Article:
Wednesday, May 11, 2011

5-10-2011: Moanalua Saddle to Red Hill Ridge

Ever since the day we did Ohulehule SE Ridge, the Hawaiian Islands have been through over a week of nonstop soaking rains.  From two waterspouts in Waikiki, to nature's fireworks, the islands have been experiencing some of the most unusual weather patterns not seen in a long time.  While this is no 40 days and nights, the constant rains have transformed O`ahu into a saturated sponge.  This didn't stop us from hiking a grueling loop in Moanalua Valley.

The plan was to hike into Moanalua Valley via the valley road and connect to the Moanalua Saddle via Kulana`ahane Trail.  Once at the summit, we were to turn left and head along the northwest side of the saddle to reach the terminus of Red Hill Ridge.  From there, we were to descend back to Moanalua Valley via the "Godek" shortcut, which saves you from doing the other half of Red Hill (but will have to hike the entire valley road back).  Joining me would be Marcus, Leslie, and myself.

Off we went at 8:30am along the rather dull 3 mile road walk to eventually reach the signed junction to Kulana`ahane on this very wet and rainy day.  The streams were flowing over the road on the crossings, a hint of a very wet Moanalua Valley, but refreshing to the feet everytime we forded across.

Once on the Kulana`ahane Trail, Leslie decided he would explore an unnamed waterfall that was flowing off the side of Middle Ridge while Marcus and I went on to the summit.  From the waterfall, he would turn back and head back the way he came.  We soon acquired the saddle crest and things looked very bleak.  Low clouds blew over the saddle, at times revealing the still beautiful Haiku Valley below and the runway strip of Kaneohe Marine Corp base.  Looking to our left, the ridge disappeared into the clouds and did not look inviting at all.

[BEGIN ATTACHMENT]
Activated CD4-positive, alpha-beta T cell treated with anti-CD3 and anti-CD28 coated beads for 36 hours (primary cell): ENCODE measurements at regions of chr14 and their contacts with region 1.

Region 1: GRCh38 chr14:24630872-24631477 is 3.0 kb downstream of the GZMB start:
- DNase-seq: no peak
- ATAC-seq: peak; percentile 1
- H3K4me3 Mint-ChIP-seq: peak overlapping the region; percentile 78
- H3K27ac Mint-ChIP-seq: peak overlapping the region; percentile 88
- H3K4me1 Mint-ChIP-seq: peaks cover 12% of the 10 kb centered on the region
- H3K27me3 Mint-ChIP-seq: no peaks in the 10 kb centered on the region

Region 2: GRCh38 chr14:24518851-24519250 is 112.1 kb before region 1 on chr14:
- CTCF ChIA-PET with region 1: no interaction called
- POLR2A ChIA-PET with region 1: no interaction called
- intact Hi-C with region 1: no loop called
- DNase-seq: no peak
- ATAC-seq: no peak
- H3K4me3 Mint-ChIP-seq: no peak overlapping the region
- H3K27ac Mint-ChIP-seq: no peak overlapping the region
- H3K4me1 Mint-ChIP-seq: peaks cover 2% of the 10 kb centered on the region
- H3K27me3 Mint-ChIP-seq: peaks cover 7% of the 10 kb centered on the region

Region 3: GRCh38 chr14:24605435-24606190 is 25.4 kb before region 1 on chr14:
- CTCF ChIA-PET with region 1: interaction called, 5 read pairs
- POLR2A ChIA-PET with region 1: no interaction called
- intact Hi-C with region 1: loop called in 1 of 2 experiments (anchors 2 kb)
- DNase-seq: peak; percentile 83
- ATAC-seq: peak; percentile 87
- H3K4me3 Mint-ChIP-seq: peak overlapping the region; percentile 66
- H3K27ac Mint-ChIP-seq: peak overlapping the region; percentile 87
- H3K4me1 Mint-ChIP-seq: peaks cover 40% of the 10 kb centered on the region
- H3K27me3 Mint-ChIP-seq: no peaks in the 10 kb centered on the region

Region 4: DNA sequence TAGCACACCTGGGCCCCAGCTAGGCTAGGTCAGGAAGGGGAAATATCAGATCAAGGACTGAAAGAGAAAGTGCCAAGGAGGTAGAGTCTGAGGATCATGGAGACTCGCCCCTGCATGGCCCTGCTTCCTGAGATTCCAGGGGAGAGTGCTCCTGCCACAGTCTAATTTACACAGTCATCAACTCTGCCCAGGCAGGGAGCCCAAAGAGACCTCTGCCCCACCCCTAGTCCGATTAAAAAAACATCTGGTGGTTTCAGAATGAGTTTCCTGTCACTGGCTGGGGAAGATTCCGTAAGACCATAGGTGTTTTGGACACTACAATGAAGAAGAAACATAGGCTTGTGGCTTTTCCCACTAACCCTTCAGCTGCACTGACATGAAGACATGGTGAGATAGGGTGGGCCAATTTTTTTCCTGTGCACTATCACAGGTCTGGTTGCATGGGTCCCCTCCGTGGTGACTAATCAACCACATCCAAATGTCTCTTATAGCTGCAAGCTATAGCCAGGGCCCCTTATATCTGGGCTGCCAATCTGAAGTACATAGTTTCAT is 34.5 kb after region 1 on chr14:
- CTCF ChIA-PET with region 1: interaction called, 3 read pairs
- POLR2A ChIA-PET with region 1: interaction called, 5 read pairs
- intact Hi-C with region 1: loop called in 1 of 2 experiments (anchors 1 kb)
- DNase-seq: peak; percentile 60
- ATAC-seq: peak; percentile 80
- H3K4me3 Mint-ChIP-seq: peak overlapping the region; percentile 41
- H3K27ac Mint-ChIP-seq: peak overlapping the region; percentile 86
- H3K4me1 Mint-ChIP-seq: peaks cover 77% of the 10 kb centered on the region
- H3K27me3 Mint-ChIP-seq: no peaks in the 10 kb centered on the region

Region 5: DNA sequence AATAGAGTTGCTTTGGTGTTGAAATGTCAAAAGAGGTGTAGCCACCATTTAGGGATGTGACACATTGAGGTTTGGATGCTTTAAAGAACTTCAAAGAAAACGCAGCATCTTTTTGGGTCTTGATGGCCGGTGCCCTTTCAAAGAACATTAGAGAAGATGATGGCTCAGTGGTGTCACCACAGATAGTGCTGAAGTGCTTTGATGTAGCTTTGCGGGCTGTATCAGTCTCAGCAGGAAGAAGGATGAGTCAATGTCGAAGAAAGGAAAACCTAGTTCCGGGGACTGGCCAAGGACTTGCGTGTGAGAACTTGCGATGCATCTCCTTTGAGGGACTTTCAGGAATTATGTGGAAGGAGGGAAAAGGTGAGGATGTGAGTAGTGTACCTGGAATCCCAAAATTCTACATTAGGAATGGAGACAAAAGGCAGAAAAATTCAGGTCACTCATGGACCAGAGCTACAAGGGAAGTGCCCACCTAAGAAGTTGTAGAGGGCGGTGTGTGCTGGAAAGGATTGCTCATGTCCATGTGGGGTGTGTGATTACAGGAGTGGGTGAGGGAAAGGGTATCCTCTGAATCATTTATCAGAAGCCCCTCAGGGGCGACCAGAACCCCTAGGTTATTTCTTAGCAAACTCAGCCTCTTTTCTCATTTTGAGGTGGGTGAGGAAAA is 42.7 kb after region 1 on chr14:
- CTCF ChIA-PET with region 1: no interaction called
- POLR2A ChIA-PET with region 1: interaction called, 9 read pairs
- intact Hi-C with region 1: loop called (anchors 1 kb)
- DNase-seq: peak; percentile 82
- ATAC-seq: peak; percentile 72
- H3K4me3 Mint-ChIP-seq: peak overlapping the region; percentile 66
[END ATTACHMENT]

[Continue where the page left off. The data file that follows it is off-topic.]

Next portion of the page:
Not to be discouraged, we marched on.  Almost immediately, the trail is nearly lost in thick overgrowth.  At first, the trail contours the leeward side of the crest and then moves back to the crest.  This pattern of crest and contour remained for a while until the climbing begins.  We only spotted two white ropes (not really needed) during the climbs.  As we got higher, the ridge became more windswept.  To the right, the clouds shrouded the big drop into Haiku Valley, although we can clearly hear the cars on the H-3.  There are a couple of eroded spots that fall towards the death drop, the remains of a landslide.

Despite all the thick overgrowth, we didn't realize that Red Hill was a lot closer than we expected it to be.  Before we knew it, we came across a metal stake and 3 ribbons, marking the topping out point.  In fact, it was so short that I wasn't convinced that this was the summit, but since I hiked Red Hill last year, I was familiar with this clearing.  With visibility only maybe some 30 feet in any direction, a disoriented hiker can get lost very quickly.  To be honest, I feel more comfortable hiking without the shroud because the clouds envelope a sense of uncertainty.  Whether if the drop is 50ft or 2,000ft, it all looks the same in the clouds!  On top of that, visual navigation is almost non existent.  By this time, the rain was beginning to pour at a steady rate. 

We wasted no time and immediately began our trek down the rollercoasting Red Hill Ridge.  With all this rain in full force, I nicknamed it "Wet Hill Ridge" and the name stuck for the duration of the hike.  Gradually we dropped below the cloud decks and we could make out all the paralleling ridges of Bowman, Tripler, and Middle Ridge on the east side and then Halawa, H-3, and Aiea Ridge on ewa side.  We were attempting to look for the junction with the Godek shortcut and we saw one, although the trail was nearly gone, almost completely overtaken by Uluhe.  In fact, the lack of a distinct trail made me dismiss it as being the Godek junction and we continued makai along the ridge.  By the time we reached the narrow portions with the "rope railings", I realized that we missed the junction.  Not wanting to waste time turning around, we decided to do Red Hill Ridge in it's entirely, a decision we would later regret.

After numerous ups and downs which seemingly went on forever, the trail reached the jeep road and the first powerline tower, it's three cables stretching across Moanalua Valley to the tower erected on Tripler Ridge.  I thought of a zipline traversing these cables, what killer views and speed it would be, that is until you reached the saddle of the powerlines!  Eventually the road intersects a side trail coming up from Moanalua Valley.  This trail would take us all the way to the basketball courts just outside of Moanalua Valley Park, the starting point of today's hike.  We were back at the cars by 4:30pm, with Leslie finishing a little after 5 after apparently having to bushwhack to and from the waterfall that was flowing off Middle Ridge!

Despite all being completely soaked to the bone with rain nearly the entire duration of the hike, we can finally cross this off our list.  Red Hill Ridge is a brutal ridge, rain or shine!


1 comment:

  1. Great write-up David!!
    I actually enjoyed the hike, despite the miserable conditions. But I wont do it again!!